The very fact of hiding something generates extra data: the “front.” But a front is also a collection of data and needs to be maintained, because lies are themselves data. Criminals forget this little fact until their lies contradict each other and the system caves in on them. The whole thing blows up – the obfuscating data in their carefully designed system of deceit simply falls away, and they are left with the simple truth exposed: *
The origin of the saying “too clever by half” encapsulates this idea of obfuscation through additional information, and the eventual result.
In other words, lies themselves are information systems.
I heard a story this morning on the radio. A guy (let’s call him Mike) wanted to switch from cable to satellite. When the cable guy came over, he told him a lie. He said that he didn’t want to watch TV anymore and so he was going to disconnect his TV. The cable tech then proceeded to ask him questions for 20 minutes. Mike defended himself by telling more and more lies, until he finally blew up and told cable guy to just pull the plug and shut-the-bleep-up.
Have you ever been able to tell just one lie and hide the truth from someone? Well, maybe if you have a reputation for integrity. But then you got that reputation because you’ve been open and aboveboard with people. Lies, like mosquitoes, breed very rapidly, and come back to bite you in the end. Lies create a sort of black-hole phenomenon, until the buildup of energy then collapses the event horizon – and the entire system — on top of you.
The basis for subterfuge, guile, obfuscation, propaganda, etc. are lies.
It’s really hard to lie, it’s hard to obscure, because you have to expend so much extra energy to keep the system of lies coherent. Integrity is the reason behind success in anything, even in sneak-thief activities, because illogic and inconsistencies stick out like a sore thumb and are recognized. That’s why the term “honor amongst thieves” exists. The most successful thieves are the ones with the most integrity! The “Ocean’s “ movies, although pure fiction, are great examples. Integrity is simply the coherent framework of an information system –any information system! Without that coherence, the system falls apart.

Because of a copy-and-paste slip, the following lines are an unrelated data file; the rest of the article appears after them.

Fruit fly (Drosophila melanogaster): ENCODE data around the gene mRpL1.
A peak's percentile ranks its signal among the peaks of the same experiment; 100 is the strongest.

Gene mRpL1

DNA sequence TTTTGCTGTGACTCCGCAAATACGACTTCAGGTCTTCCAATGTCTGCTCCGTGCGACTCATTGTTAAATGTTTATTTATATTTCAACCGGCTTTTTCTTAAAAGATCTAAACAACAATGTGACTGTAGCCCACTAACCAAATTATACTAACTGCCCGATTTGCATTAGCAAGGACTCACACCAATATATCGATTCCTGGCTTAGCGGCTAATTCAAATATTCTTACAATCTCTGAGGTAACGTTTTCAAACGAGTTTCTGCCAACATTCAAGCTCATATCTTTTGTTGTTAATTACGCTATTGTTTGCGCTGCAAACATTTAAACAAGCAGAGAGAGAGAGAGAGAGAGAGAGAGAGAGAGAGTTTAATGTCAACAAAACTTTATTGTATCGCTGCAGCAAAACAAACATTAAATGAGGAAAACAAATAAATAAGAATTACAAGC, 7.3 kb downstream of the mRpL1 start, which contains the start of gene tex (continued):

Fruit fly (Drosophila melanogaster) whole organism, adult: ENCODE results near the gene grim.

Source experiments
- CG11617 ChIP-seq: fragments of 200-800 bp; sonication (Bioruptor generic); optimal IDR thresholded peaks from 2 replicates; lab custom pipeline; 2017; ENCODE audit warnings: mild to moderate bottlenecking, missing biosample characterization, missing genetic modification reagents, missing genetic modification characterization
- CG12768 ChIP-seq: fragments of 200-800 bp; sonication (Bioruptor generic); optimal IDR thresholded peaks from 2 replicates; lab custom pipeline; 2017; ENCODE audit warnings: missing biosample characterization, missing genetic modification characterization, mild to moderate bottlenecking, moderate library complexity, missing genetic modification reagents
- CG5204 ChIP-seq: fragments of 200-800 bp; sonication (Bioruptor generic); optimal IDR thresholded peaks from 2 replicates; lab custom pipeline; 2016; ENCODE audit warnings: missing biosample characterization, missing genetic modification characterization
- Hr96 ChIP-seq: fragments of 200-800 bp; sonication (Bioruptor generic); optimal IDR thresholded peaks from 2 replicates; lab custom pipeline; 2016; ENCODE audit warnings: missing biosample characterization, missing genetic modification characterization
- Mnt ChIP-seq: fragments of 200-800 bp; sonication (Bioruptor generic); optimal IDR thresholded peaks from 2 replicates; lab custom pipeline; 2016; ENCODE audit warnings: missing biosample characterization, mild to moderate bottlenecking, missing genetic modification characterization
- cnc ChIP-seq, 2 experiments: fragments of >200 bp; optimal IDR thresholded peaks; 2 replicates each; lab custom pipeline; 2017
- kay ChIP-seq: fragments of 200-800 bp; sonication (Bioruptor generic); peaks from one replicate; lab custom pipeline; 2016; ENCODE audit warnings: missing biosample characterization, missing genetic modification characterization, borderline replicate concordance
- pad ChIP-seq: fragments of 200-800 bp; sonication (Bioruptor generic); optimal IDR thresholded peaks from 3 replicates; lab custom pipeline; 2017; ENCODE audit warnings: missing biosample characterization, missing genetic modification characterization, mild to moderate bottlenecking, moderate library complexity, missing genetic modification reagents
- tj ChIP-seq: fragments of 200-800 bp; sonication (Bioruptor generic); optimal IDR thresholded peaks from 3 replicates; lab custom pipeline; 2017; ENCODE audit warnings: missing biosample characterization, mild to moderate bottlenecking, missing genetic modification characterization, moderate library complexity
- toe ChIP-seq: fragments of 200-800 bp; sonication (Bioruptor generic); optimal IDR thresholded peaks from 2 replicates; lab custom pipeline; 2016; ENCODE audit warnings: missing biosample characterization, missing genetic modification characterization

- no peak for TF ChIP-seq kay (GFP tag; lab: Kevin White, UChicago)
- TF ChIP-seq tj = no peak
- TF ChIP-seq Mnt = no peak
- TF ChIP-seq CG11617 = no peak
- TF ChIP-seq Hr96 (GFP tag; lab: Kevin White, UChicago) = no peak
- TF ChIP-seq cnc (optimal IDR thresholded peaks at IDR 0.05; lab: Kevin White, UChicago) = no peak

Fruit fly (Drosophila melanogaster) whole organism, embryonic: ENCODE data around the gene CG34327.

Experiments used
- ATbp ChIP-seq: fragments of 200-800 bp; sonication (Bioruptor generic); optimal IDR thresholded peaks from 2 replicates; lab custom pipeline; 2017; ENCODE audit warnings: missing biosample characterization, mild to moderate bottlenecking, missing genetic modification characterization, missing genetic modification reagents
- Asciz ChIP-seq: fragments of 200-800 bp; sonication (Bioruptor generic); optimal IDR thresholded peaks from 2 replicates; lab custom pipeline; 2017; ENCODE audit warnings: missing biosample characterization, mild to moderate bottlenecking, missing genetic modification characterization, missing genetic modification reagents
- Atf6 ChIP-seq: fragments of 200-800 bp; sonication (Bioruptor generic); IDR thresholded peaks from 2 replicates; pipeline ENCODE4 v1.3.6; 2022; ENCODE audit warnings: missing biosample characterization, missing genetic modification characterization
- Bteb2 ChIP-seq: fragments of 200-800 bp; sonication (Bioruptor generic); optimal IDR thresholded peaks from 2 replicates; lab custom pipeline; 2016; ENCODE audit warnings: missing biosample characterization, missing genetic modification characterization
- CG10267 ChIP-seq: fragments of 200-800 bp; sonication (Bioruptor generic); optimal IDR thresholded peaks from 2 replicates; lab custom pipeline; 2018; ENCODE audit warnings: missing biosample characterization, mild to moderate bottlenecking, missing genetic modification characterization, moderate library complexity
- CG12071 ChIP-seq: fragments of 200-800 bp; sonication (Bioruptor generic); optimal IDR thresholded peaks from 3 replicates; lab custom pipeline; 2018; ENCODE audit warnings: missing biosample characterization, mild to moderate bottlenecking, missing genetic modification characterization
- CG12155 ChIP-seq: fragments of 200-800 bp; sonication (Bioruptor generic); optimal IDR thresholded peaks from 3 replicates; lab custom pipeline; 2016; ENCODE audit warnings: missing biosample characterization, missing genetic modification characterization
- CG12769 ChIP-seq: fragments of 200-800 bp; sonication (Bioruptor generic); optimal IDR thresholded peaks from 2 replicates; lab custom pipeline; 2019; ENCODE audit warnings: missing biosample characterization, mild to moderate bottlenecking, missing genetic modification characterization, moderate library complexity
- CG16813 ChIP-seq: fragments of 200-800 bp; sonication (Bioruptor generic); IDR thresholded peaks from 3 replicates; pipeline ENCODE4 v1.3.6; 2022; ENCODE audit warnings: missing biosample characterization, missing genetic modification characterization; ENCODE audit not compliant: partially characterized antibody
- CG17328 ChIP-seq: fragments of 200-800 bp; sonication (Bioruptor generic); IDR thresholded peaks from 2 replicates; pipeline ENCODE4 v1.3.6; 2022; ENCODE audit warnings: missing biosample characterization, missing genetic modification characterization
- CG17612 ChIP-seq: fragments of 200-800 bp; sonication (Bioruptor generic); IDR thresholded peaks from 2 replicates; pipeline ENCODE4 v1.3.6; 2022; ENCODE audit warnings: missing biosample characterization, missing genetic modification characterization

An intelligent person who recognizes this can cut through a lot of garbage.
For example, I received an invitation in my emailbox the other day from a guy who claims to make over $600,000, automatically, every nine months. This offer came from a very respectable website. He offers “proofs” – photos of his big house and pool, his cars, and printouts of monthly income statements. When I went to his salespage, I discovered that he’s selling a course that costs $27. If this guy is making that much money without any effort, why does he need to advertise and sell a course for a lousy $27? The answer is that his sales page is a false front, because someone who really pulls in over 600 large every nine months on auto-pilot sure doesn’t need your paltry $27!
Nowhere is the art of obfuscation more prevalent than in politics. Politics, as it is practiced on earth, is the art of subterfuge. Politicians are stereotyped as liars, because they are skilled at saying one thing while doing another.
There are so many examples I can’t even list them. The “Monetary Control Act” of 1980, for example, gave the Fed the power to monetize virtually any debt instrument, including bank loans to irresponsible foreign governments, which resulted in an expansion of dollar-denominated debt on a world-wide scale. Bills that support oil companies and fossil fuels masquerading as environmental legislation, bills that purport to stop terrorism but curtail constitutional liberties, governmental accounting practices that obscure the actual allocation of funds, are all part and parcel of a political system that gives lip service to openness and honesty, and supports obfuscation and guile.
Such a system lacks integrity and must collapse, like the Leninist systems of the old Soviet Union and Eastern Europe.
Leninism is an insidious information system that revolves around duplication and obfuscation. In the old Soviet Union, for example, the Party and the government had duplicate departments, so that an appeal to a government agency could be overridden by a similar Party agency, and vice-versa. In the United States today, we have a similar system: the “national security” establishment duplicates many of the functions of our government, but these functions are hidden from the public. The very funding that supports these hidden agencies is supported by lies and obfuscation. If you don’t believe me, try to ascertain where the funding for the CIA comes from!
The world financial crisis is also based upon lies – the lies that “structured products” are worth their nominal value. (See previous blog posts).
Almost every problem we have on earth stems from a lack of openness and integrity.
Secrecy and guile is self-defeating, illogical, and irrational. Information systems based upon these false principles must inevitably collapse.
So why not just do it the open and honest way?
Not because of any moral or religious imperative, but because it works the best. Openness and transparency is the strong fabric that supports even the cloth of dishonesty. That’s why criminals and dishonest people are often much stupider than the rest of us – and have a much greater chance of failure.